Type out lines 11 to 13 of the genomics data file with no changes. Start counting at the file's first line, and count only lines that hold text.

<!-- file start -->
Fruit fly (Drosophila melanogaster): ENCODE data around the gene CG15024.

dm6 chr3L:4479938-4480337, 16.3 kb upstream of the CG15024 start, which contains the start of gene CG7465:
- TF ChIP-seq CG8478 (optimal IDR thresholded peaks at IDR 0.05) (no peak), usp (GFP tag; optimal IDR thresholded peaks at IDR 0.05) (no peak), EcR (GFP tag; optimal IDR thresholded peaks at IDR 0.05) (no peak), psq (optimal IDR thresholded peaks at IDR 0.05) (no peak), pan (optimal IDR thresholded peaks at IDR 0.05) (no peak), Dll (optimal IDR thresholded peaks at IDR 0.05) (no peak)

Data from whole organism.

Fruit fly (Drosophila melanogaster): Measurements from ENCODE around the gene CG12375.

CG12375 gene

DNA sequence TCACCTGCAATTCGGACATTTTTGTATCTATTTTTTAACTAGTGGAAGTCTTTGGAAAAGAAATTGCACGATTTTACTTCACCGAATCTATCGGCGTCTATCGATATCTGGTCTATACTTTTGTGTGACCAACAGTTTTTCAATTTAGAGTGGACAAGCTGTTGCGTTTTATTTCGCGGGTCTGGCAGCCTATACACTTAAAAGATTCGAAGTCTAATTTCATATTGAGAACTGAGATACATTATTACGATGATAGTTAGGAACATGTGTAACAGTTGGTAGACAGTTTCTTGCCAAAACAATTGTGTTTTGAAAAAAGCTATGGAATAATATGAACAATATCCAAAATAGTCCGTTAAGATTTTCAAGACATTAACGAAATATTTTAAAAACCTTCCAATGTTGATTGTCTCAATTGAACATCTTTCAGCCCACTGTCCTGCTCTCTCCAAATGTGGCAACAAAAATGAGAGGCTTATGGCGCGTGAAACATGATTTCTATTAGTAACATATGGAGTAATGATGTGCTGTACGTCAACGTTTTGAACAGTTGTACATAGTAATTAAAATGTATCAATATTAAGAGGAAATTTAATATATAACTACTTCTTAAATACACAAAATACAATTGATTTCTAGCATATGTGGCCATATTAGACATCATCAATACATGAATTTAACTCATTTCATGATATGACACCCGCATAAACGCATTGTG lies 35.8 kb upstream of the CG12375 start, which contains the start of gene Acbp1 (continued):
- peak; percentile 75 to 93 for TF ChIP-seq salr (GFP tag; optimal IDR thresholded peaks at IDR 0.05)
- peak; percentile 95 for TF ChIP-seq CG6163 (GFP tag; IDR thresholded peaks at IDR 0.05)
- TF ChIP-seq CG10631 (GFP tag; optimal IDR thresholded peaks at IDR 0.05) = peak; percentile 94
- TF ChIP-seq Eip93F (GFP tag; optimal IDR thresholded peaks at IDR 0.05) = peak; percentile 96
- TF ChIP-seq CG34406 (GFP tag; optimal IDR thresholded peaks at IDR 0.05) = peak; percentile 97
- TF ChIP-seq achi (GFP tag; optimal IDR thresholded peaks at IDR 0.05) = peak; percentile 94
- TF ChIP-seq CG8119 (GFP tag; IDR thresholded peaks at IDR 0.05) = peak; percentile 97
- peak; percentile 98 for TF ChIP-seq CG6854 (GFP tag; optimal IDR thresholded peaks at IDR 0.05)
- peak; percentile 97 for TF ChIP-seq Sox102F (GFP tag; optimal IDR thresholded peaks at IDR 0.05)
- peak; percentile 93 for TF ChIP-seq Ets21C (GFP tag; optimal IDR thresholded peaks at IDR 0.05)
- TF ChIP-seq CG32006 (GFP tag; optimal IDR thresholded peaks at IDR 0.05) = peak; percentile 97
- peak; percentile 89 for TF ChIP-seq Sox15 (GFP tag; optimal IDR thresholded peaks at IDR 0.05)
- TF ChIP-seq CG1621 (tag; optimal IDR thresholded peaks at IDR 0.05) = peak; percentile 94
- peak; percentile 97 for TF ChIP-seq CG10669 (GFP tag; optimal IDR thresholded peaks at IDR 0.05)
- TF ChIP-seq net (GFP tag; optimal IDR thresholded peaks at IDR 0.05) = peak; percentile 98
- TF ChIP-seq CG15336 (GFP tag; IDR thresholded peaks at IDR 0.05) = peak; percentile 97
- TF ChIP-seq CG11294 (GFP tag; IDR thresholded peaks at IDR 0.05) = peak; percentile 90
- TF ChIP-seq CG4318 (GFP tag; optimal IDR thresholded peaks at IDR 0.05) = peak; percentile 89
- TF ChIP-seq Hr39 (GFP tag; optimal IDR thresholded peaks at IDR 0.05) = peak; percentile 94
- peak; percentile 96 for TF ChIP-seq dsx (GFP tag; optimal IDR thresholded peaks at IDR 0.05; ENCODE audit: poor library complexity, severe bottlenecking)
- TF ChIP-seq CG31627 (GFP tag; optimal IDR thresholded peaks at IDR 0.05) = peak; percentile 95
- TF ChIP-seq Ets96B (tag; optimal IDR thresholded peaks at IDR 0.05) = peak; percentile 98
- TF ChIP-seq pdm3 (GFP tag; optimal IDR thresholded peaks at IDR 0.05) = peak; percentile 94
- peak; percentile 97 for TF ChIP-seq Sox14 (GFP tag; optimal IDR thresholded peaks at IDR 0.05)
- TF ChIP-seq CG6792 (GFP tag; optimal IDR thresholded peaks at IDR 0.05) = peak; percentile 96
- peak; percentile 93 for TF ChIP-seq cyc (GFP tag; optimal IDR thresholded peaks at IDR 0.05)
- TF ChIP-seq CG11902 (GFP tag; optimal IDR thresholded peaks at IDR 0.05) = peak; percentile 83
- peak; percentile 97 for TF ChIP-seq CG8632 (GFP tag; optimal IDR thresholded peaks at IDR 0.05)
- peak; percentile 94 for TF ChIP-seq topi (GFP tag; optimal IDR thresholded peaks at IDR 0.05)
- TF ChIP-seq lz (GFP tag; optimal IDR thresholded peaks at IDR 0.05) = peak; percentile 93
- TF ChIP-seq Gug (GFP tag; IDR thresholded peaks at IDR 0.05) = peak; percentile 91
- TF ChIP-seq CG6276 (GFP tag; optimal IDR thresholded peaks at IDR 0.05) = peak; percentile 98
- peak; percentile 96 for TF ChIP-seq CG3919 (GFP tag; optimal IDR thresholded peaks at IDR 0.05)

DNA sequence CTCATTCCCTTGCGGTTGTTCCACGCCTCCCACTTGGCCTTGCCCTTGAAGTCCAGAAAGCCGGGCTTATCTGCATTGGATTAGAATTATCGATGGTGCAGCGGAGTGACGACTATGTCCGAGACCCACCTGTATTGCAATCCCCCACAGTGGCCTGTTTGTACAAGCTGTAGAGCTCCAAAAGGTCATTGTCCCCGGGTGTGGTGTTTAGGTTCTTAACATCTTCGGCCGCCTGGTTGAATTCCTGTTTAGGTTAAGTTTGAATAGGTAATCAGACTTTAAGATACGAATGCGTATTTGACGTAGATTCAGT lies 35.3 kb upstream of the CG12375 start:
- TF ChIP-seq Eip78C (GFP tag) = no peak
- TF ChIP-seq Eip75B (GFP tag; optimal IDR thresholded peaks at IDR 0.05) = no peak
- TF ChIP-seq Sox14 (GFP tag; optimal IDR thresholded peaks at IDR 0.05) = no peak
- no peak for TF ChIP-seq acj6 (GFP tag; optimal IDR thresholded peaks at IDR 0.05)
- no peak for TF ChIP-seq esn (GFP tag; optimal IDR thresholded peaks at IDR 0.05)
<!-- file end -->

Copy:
- TF ChIP-seq Eip93F (GFP tag; optimal IDR thresholded peaks at IDR 0.05) = peak; percentile 96
- TF ChIP-seq CG34406 (GFP tag; optimal IDR thresholded peaks at IDR 0.05) = peak; percentile 97
- TF ChIP-seq achi (GFP tag; optimal IDR thresholded peaks at IDR 0.05) = peak; percentile 94